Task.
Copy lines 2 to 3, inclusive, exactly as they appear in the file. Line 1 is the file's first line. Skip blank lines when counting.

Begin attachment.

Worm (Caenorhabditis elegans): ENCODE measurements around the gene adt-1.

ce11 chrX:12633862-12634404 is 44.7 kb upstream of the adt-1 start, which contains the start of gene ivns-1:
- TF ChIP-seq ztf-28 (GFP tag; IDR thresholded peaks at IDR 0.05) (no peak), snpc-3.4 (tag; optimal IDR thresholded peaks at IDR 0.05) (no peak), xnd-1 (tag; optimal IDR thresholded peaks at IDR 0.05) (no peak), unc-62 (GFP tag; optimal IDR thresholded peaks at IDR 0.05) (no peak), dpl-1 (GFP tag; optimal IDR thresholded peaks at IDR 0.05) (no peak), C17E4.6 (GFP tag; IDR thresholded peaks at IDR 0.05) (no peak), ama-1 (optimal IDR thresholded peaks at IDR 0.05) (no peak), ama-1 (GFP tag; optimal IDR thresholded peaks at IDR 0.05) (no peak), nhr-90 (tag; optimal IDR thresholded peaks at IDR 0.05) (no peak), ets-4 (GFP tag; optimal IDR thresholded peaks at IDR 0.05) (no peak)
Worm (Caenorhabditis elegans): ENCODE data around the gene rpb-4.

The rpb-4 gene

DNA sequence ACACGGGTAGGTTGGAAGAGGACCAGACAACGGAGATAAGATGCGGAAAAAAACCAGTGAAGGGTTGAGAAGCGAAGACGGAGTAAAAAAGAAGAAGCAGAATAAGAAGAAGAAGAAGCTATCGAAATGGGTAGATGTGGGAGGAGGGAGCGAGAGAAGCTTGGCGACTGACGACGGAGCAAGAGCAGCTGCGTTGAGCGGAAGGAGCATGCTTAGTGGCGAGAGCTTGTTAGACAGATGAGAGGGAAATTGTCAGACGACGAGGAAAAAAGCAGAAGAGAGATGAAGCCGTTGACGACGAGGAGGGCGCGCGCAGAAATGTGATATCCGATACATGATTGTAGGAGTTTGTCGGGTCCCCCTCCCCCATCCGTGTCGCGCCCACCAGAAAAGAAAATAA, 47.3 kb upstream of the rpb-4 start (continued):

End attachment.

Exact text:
ce11 chrX:12633862-12634404 is 44.7 kb upstream of the adt-1 start, which contains the start of gene ivns-1:
- TF ChIP-seq ztf-28 (GFP tag; IDR thresholded peaks at IDR 0.05) (no peak), snpc-3.4 (tag; optimal IDR thresholded peaks at IDR 0.05) (no peak), xnd-1 (tag; optimal IDR thresholded peaks at IDR 0.05) (no peak), unc-62 (GFP tag; optimal IDR thresholded peaks at IDR 0.05) (no peak), dpl-1 (GFP tag; optimal IDR thresholded peaks at IDR 0.05) (no peak), C17E4.6 (GFP tag; IDR thresholded peaks at IDR 0.05) (no peak), ama-1 (optimal IDR thresholded peaks at IDR 0.05) (no peak), ama-1 (GFP tag; optimal IDR thresholded peaks at IDR 0.05) (no peak), nhr-90 (tag; optimal IDR thresholded peaks at IDR 0.05) (no peak), ets-4 (GFP tag; optimal IDR thresholded peaks at IDR 0.05) (no peak)